Last August we learned that Apple may actually be considering a direct run a Netflix and Amazon Prime by creating their own original content for Apple TV. Many in the Apple community have wondered for years why Apple wasn't trying to create original content or buy a studio to beef up Apple TV. At the time Variety reported that Apple had held preliminary conversations with executives in Hollywood to investigate or flush out their interest in spearheading efforts to produce entertainment content. The unit putting out the feelers reports into Eddy Cue, who is Apple's point man on all content-related matters. The report further noted that Apple was hoping to put a headhunting firm on those hires in the coming months with the goal of being in operation next year. Unknown is whether the focus will be on TV series, movies — or both.
Since that time very little has surfaced about the project except for a minor in-house series on tap with Dr. Dre called Vital Signs. We also reported in January that Eddie Cue was on a mission to win original TV Shows. So are they getting any closer to finding original content for Apple TV? That still remains a mystery.
In a new report posted today by Fast Company we learn a little more about Apple's efforts in securing future content for Apple TV. The timing is interesting considering that in the last 24 hours we've learned that Amazon is turning on a monthly subscription option for its bundle of Prime services, like free shipping, a music library, and a growing collection of original TV shows and movies. It appears that Amazon is positioning Prime Video as a head-on competitor to Netflix and Hulu. Prime already has two major TV series under its belt with Transparent and Mozart in the Jungle.
The problem that Apple is having is that the field is getting crowded. While Apple is trying to find content, so is Facebook, Google and Alibaba and all of them have deep pockets to chase the best content creators and Hollywood kingpins.
During this year's Sundance Film Festival, Apple hosted private, invitation-only events and stayed as low key as possible. Unlike most Sundance brand-sponsored events, there were no press releases. There were no party pictures. There wasn't any swag. But at the set-up iTunes Lounge, it was clear that "They were definitely talking to the talent."
Fast Company noted in their report posted today that "The iTunes Lounge was in fact part of a stealth effort by Apple to establish a new, more active role in delivering entertainment. In the weeks that followed, Apple execs were in Los Angeles hearing pitches for original TV series that it plans to launch on an 'exclusives' app on Apple TV and within iTunes.
Apple wants to work with 'triple A-list' talent, according to a source, and build up a roster of must-see shows available only on its platform. Naturally, the talks have been veiled in the utmost secrecy. Producers who have met with Apple will refer to it only as the United Fruit Company."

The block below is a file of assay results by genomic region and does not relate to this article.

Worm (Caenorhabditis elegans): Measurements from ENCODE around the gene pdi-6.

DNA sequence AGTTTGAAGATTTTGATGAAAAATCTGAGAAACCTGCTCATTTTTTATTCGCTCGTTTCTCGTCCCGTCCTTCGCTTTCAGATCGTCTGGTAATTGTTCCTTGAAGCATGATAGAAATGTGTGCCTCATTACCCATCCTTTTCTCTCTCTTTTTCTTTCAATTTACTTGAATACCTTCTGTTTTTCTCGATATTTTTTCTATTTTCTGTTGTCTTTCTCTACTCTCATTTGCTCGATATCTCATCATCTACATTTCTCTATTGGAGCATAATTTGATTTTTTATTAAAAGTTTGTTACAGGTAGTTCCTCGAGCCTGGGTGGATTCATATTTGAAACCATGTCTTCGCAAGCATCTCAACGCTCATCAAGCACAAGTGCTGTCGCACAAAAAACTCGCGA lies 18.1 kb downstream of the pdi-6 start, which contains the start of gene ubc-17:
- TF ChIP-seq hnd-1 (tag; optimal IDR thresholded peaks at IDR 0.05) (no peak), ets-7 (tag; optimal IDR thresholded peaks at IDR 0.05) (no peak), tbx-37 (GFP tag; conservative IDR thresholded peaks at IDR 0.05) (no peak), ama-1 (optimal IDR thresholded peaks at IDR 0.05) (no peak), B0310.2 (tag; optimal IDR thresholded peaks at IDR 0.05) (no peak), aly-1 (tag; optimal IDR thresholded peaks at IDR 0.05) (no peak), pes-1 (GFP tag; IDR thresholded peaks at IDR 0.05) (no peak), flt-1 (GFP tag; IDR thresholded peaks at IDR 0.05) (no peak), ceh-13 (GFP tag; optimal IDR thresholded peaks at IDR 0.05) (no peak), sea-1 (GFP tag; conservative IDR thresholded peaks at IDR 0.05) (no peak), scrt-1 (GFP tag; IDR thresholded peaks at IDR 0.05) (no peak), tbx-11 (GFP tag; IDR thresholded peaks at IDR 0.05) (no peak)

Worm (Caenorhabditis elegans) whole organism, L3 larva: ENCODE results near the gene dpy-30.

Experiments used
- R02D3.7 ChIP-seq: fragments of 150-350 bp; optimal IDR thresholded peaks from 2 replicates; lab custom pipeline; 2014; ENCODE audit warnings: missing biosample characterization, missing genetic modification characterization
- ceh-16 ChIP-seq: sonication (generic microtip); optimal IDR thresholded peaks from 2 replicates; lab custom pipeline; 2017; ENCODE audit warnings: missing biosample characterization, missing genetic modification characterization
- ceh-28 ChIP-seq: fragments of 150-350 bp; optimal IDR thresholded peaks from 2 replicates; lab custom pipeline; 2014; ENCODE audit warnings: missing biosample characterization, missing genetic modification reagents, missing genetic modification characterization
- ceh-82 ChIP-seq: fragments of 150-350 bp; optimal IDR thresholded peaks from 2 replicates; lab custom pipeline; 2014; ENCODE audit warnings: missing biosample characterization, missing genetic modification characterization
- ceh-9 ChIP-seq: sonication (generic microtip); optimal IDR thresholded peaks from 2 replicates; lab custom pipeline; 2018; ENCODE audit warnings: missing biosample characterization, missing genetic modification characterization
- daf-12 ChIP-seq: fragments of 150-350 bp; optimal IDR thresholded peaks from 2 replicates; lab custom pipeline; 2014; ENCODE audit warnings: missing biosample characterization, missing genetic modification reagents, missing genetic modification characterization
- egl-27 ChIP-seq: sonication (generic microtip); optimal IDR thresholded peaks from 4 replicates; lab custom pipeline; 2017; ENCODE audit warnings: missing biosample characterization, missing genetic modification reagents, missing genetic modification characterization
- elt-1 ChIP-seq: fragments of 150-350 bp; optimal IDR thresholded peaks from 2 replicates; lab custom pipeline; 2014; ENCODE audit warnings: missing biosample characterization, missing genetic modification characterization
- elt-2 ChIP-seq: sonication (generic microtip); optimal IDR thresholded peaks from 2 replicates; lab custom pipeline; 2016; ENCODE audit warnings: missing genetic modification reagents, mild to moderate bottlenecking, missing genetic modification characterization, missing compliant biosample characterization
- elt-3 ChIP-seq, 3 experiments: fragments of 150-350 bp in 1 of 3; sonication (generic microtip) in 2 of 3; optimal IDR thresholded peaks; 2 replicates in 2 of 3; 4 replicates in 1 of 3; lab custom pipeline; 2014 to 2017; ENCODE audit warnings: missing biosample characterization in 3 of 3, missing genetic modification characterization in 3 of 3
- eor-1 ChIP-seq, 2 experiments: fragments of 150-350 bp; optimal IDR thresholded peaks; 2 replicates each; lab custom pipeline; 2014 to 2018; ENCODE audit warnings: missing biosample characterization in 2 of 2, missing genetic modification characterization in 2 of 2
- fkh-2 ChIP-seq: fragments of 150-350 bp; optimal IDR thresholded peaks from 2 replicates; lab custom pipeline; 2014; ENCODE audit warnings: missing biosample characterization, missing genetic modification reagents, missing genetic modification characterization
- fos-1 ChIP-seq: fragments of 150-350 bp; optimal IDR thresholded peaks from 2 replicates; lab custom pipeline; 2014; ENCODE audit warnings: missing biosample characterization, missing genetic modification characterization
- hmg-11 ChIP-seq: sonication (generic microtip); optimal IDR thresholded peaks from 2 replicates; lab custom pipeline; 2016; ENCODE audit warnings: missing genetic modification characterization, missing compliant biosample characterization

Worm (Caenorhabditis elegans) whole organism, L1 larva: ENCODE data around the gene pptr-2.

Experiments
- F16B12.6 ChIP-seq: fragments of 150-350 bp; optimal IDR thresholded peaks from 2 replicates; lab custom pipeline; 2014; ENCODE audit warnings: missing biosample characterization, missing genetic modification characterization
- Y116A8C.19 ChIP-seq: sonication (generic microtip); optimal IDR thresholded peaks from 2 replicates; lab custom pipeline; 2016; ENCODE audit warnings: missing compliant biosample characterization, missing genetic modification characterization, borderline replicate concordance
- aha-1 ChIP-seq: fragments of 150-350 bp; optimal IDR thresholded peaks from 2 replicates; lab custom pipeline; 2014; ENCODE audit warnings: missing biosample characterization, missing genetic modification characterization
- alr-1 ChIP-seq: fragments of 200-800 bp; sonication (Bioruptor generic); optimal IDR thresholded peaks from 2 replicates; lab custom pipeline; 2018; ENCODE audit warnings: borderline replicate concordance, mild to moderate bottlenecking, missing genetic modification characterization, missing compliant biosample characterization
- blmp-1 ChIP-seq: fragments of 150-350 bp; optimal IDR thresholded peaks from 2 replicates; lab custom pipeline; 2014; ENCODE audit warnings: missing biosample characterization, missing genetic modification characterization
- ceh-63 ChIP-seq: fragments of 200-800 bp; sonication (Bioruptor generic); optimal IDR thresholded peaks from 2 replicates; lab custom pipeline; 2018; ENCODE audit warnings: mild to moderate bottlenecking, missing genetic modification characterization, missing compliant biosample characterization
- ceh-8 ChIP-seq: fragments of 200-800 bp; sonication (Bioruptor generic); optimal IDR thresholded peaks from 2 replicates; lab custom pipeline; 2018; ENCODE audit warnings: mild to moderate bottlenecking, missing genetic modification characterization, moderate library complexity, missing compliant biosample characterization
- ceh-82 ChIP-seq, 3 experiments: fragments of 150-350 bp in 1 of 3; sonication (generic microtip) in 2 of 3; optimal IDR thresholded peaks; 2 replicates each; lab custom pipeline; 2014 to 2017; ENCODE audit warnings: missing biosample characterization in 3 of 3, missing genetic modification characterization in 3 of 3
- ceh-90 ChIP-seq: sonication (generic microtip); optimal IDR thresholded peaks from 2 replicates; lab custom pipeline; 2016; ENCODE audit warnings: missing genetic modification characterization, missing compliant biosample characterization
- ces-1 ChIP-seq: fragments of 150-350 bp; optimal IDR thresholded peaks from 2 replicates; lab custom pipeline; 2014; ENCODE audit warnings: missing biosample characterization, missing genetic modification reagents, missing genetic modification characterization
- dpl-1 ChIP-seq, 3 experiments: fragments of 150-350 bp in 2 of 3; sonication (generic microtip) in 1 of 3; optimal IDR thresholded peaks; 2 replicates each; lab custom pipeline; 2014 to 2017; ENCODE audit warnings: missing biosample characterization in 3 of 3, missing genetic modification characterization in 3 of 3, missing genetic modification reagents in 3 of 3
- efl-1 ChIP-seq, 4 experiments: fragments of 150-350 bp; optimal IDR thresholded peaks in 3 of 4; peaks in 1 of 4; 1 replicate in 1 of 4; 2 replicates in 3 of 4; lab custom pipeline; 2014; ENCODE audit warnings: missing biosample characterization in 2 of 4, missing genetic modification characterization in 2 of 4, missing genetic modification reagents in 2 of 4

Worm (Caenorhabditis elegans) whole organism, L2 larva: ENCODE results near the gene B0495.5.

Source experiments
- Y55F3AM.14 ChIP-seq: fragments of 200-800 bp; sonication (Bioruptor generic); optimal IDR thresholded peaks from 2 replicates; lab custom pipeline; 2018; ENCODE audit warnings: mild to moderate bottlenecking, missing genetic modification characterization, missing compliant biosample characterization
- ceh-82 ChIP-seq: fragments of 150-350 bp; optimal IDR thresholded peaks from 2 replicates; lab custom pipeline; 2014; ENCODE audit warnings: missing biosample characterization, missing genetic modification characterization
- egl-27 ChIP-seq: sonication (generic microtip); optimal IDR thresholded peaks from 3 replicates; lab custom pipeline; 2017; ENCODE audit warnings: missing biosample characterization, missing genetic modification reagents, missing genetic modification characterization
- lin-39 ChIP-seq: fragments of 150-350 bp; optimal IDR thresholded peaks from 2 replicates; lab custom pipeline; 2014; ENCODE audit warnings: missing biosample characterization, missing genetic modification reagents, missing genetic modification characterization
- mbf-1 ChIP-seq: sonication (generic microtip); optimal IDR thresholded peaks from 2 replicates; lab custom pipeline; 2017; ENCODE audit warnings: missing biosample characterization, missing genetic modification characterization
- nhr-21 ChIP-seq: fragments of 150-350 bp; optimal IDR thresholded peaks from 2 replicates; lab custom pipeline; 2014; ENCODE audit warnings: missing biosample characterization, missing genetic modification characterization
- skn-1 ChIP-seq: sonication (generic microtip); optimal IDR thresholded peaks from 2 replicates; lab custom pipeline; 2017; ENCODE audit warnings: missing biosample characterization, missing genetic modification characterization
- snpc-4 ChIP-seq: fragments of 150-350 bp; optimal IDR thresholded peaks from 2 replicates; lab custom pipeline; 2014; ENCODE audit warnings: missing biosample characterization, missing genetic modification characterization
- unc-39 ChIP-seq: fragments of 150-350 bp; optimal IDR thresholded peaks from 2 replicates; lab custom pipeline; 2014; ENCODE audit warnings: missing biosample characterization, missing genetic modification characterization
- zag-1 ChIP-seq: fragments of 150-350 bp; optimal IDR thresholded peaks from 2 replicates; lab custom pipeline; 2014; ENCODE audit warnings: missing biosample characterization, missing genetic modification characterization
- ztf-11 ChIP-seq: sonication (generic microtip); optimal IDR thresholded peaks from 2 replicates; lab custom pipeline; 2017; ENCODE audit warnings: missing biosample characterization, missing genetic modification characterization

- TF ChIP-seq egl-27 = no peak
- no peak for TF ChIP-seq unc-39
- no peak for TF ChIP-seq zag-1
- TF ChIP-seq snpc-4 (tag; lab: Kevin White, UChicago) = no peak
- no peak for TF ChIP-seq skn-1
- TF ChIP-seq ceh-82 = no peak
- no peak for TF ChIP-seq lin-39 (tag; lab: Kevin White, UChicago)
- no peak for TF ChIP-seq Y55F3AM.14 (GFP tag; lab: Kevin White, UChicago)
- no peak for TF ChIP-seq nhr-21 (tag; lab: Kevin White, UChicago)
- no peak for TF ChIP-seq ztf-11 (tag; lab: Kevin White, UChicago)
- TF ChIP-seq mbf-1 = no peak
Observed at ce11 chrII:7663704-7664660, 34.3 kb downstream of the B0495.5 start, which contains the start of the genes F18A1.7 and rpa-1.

Fast Company observes that "so far, none of the tech firms seem interested in buying their way into Hollywood. Instead, they want to establish their own presence. 'The goal isn't: 'We're going to build Netflix,' " says Michael Yanover, CAA's head of business development. 'It's: 'We're going to build our own thing, based on our own strengths.'"
At Sundance, Amazon and Netflix, which rely on subscriber growth rather than advertising or individual sales to drive profitability, waved around their check books, buying more films at higher prices than the usual players, according to Variety. They stoked bidding wars for festival darlings such as Kenneth Lonergan's Manchester by the Sea (which Amazon purchased for a rumored $10 million) and The Birth of a Nation, a slavery drama (which Fox Searchlight bought for $17.5 million, a Sundance record, even after Netflix reportedly bid $20 million). As four of the biggest companies on earth join the competition in an effort to cement their hold on their audiences of more than a billion people each, Hollywood may never be the same.
According to five different sources who have been briefed on Apple's plans or spoken directly to Apple executives, the company is still a bit "disorganized," and these Hollywood principals complain that Apple hasn't presented a coherent strategy. The part of Apple's strategy that will interest most has gone underground. This is the strategy that wants to strike the market fast and hard with multiple high quality TV series out of the gate.
There are still plenty of unresolved questions. Will Apple use its massive resources to finance shows or build its own team of development executives to shepherd projects? What's the business model for making money from the content? At the moment some fear that Apple is moving way too slow and cautiously and Apple's top man on talking to Hollywood is a complete unknown to those in the industry. Fast Company notes that HBO just scooped up the popular sports-and-culture maven Bill Simmons, who could have helped Apple with both original series and podcasts. In other words, Apple needs to hire someone who is experienced in the Hollywood game who's a mover and shaker to give Apple some credibility in this new venture.
For now, Apple's latest project will remain low key and fly under the radar like they've done with the iPhone, iPad, Apple Watch and Project Titan for a future car. You may hear rumors, you might see a shadow of things to come and hear whispers of what could be, but you won't be able to count on much until Apple unveils it at a special event in the future.
Original content for Apple TV is on the way and Apple will ensure it will be a part of their vision that the future of TV is here with tvOS. They're building on a new foundation that will extend to Apple TV on the go, anytime on any device, with original content and beyond.
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